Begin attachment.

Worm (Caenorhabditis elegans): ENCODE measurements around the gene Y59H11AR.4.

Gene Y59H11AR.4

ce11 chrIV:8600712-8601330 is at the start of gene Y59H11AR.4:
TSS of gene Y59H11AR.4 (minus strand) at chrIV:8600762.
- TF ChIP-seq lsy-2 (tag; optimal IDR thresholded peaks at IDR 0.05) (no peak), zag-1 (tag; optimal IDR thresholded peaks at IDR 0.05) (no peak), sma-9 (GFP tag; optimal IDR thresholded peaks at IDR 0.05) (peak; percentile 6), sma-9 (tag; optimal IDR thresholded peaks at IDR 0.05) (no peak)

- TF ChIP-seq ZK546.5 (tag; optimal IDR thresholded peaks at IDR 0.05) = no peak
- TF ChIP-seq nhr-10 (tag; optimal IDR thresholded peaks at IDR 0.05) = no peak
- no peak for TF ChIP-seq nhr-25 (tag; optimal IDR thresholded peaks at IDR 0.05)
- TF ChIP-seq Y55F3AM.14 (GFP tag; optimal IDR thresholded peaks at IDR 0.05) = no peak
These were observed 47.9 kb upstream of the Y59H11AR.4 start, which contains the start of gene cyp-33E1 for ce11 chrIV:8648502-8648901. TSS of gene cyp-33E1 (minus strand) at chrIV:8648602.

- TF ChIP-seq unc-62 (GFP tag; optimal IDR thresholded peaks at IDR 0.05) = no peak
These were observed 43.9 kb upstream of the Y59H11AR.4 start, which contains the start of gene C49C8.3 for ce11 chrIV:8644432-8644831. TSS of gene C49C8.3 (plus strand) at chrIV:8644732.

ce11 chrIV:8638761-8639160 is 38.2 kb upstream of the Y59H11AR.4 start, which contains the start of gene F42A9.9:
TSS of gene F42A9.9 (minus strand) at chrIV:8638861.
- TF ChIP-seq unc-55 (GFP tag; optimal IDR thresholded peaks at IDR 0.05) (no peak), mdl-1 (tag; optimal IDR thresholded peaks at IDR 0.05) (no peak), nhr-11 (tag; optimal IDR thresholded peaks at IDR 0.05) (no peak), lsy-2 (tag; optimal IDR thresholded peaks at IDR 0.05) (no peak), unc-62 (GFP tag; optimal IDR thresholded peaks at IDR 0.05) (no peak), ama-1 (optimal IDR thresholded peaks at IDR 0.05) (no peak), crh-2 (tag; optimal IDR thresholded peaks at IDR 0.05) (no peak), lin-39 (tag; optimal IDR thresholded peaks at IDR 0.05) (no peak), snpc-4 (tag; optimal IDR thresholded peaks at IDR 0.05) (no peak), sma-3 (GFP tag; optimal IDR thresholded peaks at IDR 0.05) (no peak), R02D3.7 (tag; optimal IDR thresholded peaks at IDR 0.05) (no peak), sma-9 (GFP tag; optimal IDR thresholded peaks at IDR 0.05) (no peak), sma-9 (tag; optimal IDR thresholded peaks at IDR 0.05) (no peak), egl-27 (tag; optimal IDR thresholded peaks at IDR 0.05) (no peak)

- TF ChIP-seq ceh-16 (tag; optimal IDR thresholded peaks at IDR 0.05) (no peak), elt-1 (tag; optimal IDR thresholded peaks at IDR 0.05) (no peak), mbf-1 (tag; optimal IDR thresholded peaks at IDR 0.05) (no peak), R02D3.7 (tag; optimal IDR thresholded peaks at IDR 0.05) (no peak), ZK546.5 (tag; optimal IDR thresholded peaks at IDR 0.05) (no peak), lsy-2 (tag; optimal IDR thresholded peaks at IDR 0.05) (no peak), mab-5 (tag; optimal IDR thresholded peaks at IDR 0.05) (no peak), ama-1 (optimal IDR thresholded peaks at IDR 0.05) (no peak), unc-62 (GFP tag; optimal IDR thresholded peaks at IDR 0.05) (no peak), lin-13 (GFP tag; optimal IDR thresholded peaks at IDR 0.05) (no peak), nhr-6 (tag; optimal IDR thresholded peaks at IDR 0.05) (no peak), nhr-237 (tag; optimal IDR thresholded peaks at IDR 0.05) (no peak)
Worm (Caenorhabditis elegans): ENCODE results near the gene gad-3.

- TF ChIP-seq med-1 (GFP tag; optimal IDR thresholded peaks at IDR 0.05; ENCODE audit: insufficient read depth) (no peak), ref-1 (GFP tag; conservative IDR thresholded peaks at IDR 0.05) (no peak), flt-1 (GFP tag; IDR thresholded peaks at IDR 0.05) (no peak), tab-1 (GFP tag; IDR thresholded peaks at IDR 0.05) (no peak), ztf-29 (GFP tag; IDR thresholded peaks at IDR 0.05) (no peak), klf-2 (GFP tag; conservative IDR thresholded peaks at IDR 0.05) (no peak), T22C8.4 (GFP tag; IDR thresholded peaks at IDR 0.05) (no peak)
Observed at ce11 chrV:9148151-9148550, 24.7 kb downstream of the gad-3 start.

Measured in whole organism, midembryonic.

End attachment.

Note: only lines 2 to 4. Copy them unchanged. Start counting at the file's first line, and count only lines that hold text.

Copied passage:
Gene Y59H11AR.4

ce11 chrIV:8600712-8601330 is at the start of gene Y59H11AR.4:
TSS of gene Y59H11AR.4 (minus strand) at chrIV:8600762.